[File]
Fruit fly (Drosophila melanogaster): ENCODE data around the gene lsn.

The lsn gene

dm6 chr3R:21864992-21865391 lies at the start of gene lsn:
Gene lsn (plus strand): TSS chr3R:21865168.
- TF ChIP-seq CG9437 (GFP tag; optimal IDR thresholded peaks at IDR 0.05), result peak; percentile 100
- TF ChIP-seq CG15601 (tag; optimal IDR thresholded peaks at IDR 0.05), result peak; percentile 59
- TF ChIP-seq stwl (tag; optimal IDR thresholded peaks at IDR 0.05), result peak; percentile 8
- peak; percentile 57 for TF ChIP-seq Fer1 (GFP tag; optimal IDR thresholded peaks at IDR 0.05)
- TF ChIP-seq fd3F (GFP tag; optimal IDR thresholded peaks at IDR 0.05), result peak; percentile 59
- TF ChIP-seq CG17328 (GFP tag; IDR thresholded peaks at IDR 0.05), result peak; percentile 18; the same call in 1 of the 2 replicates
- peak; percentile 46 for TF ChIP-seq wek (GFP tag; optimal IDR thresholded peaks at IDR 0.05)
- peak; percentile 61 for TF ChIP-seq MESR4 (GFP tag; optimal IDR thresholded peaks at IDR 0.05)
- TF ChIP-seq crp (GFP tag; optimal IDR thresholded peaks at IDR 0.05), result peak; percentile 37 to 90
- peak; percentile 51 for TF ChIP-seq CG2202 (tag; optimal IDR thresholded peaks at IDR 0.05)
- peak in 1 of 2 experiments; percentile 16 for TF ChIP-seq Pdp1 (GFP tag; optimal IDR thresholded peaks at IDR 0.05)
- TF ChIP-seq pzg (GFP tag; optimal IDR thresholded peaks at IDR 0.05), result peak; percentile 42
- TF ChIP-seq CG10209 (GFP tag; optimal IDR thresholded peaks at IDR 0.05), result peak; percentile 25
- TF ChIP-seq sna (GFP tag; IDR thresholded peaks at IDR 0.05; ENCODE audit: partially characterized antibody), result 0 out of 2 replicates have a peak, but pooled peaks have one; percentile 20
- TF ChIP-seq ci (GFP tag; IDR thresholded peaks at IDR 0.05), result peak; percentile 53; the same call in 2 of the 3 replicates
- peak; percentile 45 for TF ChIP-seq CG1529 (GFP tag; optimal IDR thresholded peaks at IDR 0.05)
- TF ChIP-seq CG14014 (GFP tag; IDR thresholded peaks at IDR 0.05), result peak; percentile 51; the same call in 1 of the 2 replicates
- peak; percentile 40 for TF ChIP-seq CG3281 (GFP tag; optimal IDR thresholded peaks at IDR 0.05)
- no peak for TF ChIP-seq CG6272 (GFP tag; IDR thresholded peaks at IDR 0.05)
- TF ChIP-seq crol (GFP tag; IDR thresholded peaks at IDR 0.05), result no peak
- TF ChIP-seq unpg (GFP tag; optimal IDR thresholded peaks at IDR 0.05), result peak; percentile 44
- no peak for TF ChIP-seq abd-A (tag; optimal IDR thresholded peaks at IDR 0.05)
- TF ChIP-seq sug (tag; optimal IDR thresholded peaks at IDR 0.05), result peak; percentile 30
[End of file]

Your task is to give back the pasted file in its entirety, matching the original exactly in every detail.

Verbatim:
Fruit fly (Drosophila melanogaster): ENCODE data around the gene lsn.

The lsn gene

dm6 chr3R:21864992-21865391 lies at the start of gene lsn:
Gene lsn (plus strand): TSS chr3R:21865168.
- TF ChIP-seq CG9437 (GFP tag; optimal IDR thresholded peaks at IDR 0.05), result peak; percentile 100
- TF ChIP-seq CG15601 (tag; optimal IDR thresholded peaks at IDR 0.05), result peak; percentile 59
- TF ChIP-seq stwl (tag; optimal IDR thresholded peaks at IDR 0.05), result peak; percentile 8
- peak; percentile 57 for TF ChIP-seq Fer1 (GFP tag; optimal IDR thresholded peaks at IDR 0.05)
- TF ChIP-seq fd3F (GFP tag; optimal IDR thresholded peaks at IDR 0.05), result peak; percentile 59
- TF ChIP-seq CG17328 (GFP tag; IDR thresholded peaks at IDR 0.05), result peak; percentile 18; the same call in 1 of the 2 replicates
- peak; percentile 46 for TF ChIP-seq wek (GFP tag; optimal IDR thresholded peaks at IDR 0.05)
- peak; percentile 61 for TF ChIP-seq MESR4 (GFP tag; optimal IDR thresholded peaks at IDR 0.05)
- TF ChIP-seq crp (GFP tag; optimal IDR thresholded peaks at IDR 0.05), result peak; percentile 37 to 90
- peak; percentile 51 for TF ChIP-seq CG2202 (tag; optimal IDR thresholded peaks at IDR 0.05)
- peak in 1 of 2 experiments; percentile 16 for TF ChIP-seq Pdp1 (GFP tag; optimal IDR thresholded peaks at IDR 0.05)
- TF ChIP-seq pzg (GFP tag; optimal IDR thresholded peaks at IDR 0.05), result peak; percentile 42
- TF ChIP-seq CG10209 (GFP tag; optimal IDR thresholded peaks at IDR 0.05), result peak; percentile 25
- TF ChIP-seq sna (GFP tag; IDR thresholded peaks at IDR 0.05; ENCODE audit: partially characterized antibody), result 0 out of 2 replicates have a peak, but pooled peaks have one; percentile 20
- TF ChIP-seq ci (GFP tag; IDR thresholded peaks at IDR 0.05), result peak; percentile 53; the same call in 2 of the 3 replicates
- peak; percentile 45 for TF ChIP-seq CG1529 (GFP tag; optimal IDR thresholded peaks at IDR 0.05)
- TF ChIP-seq CG14014 (GFP tag; IDR thresholded peaks at IDR 0.05), result peak; percentile 51; the same call in 1 of the 2 replicates
- peak; percentile 40 for TF ChIP-seq CG3281 (GFP tag; optimal IDR thresholded peaks at IDR 0.05)
- no peak for TF ChIP-seq CG6272 (GFP tag; IDR thresholded peaks at IDR 0.05)
- TF ChIP-seq crol (GFP tag; IDR thresholded peaks at IDR 0.05), result no peak
- TF ChIP-seq unpg (GFP tag; optimal IDR thresholded peaks at IDR 0.05), result peak; percentile 44
- no peak for TF ChIP-seq abd-A (tag; optimal IDR thresholded peaks at IDR 0.05)
- TF ChIP-seq sug (tag; optimal IDR thresholded peaks at IDR 0.05), result peak; percentile 30